I have the good fortune of being with someone who would not put up with my crap. Connie is the biggest pain in my butt and my savior. We've been together for about 10 years. And she's the biggest support system a person could have-- biggest heart in the world. I'm a lucky one.

I've been cancer-free for about 14 months now. I'm cancer-free. But I still have these scars that tell a story that very few people can tell, that I can share. And it's not something to bear me down, to weigh me down, to make me feel bad about myself.

It's something that I lived through, that I'm proud of, that I can give to others, that I can-- I have made it through so I can give it to others. This wasn't just to piss me off. It was to lead me down the right road.

Patient stories: DAN
I have an awesome family. We all joke with each other and get along, cry-- everything together. My wife's name is Summer. And my son's name is Devon. And my in-laws-- we all live together-- is Wanda and Ron [? McClovis. ?] I found out that I had a brain tumor, just came out of nowhere really. 

I was driving home after picking up my son. And I had a seizure while driving. And he took over the wheel and saved my life, basically, from going into the ditch or a house. Devon was 13 at the time. I had to go to Mercy Hospital. 

When I came to, they had to make a decision to do brain surgery to remove the much they could of the tumor. That's how I found out I had a tumor as well. I didn't even know any of this was happening, because I am in good health. And I'm a guy. We don't go to the doctors like we should.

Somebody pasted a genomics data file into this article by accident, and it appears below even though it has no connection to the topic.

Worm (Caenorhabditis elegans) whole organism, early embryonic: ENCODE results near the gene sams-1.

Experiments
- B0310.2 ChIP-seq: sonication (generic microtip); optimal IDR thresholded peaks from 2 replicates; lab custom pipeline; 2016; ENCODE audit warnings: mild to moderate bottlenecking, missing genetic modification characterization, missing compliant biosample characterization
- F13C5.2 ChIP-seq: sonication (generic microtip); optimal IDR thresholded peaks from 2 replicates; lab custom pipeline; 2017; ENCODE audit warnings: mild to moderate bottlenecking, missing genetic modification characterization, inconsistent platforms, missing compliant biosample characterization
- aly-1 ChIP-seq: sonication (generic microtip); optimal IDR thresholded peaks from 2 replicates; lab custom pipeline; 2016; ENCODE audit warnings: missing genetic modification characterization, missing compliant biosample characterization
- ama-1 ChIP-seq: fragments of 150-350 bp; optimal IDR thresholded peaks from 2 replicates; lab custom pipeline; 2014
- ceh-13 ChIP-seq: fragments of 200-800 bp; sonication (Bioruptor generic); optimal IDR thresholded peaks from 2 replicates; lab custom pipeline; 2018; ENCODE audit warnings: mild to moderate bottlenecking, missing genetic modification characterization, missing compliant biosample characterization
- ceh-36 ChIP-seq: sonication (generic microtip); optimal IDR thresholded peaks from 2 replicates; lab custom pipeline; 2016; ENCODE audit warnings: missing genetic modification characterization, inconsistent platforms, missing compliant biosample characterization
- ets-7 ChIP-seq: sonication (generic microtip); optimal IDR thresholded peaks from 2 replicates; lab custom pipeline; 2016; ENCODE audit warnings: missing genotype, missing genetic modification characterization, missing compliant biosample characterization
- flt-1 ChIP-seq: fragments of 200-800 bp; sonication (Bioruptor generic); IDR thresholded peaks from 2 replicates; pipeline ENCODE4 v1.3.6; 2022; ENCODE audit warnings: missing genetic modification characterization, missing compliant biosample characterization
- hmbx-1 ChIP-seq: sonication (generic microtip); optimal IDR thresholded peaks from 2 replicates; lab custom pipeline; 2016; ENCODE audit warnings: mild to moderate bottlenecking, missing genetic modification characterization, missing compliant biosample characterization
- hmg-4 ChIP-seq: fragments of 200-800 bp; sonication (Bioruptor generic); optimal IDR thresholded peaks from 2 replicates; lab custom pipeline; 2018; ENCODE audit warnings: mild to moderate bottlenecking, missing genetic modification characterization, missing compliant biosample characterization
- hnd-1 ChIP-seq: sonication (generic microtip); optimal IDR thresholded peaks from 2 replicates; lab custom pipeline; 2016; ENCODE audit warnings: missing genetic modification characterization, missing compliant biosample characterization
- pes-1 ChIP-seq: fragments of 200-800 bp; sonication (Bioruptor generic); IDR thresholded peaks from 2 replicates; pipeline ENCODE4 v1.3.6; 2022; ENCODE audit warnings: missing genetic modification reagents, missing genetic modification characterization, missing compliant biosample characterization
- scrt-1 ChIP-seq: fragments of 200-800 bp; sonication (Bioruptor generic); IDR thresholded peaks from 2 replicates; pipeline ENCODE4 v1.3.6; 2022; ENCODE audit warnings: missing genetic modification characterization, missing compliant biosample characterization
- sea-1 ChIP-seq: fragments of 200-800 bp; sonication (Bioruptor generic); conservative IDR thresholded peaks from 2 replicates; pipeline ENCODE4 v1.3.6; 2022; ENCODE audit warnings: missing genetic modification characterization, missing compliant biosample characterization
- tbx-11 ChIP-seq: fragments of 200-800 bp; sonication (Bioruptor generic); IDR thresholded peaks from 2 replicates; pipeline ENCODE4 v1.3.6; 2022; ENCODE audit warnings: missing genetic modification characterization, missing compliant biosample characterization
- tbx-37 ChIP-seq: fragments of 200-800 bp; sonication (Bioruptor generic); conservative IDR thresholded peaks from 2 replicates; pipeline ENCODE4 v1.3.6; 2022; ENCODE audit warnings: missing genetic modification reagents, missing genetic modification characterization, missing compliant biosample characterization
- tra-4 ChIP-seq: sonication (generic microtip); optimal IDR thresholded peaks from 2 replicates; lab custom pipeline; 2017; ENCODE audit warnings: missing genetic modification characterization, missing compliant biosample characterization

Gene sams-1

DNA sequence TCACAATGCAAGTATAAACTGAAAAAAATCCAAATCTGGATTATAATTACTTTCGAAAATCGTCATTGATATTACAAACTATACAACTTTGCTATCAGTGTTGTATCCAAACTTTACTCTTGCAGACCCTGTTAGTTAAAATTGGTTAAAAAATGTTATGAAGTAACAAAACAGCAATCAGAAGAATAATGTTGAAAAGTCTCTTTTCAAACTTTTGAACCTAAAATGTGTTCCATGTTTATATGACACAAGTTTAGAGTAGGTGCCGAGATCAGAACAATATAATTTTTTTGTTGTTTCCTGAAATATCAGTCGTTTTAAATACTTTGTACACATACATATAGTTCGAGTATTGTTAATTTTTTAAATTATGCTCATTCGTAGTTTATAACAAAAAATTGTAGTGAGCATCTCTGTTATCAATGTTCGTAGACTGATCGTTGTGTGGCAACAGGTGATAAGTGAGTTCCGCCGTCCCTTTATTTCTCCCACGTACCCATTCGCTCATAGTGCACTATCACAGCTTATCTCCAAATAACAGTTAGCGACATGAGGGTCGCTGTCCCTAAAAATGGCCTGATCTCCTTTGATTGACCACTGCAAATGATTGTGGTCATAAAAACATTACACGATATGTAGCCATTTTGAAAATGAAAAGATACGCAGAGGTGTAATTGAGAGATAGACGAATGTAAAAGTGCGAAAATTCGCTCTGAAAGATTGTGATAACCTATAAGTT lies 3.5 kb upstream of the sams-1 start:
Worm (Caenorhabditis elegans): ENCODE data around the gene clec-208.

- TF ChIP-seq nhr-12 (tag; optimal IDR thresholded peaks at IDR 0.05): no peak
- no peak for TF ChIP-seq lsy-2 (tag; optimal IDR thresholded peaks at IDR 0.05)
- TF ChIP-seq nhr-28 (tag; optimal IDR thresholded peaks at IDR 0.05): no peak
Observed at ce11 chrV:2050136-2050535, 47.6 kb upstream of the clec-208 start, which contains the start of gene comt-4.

So they went along with surgery. So that's what we got to do. Through it all, I've always said everything happens for a reason. So I've been positive as much as possible about it. 

Summer and I had discussed-- because there's already options, you go anywhere. And we decided to go through Givens Brain Tumor Center. I love that place actually. Summer and I get everyone to laugh there. So I enjoy going there every two months. 

Ben is just one of the most enthusiastic livers of life that I've met. He makes it somewhat easier on everybody when someone is that enthusiastic, because you know you have a willing partner whatever we need to try to accomplish. 

Dan took the bull by the horns in what do I have to do to fight this disease to the best ability I can. And that included continuing to be active, because we know research shows us that by being active, patients will do better. 

My main hobby is golf. I golf probably three or four times a week or more. And then I work. That's what I do. My line of work I do for my profession is floor covering. And I'm self-employed. 

But now it's getting a little tougher now after this happened. So eventually, I'll probably go into sales more than anything else. I still go out every day to install flooring. I've pretty much tried to get back to everything I used to do. 

He remains very active. But he's also cognizant of what his body needs. And he pays attention to that. 

Sometimes his wife has to help him along with that and kind of remind him that we don't want you working 60 hours a week. We want a balance with life and enjoyment. And he has grasped his family and just looked at enjoying them, knowing that potentially his life isn't as long as he had planned.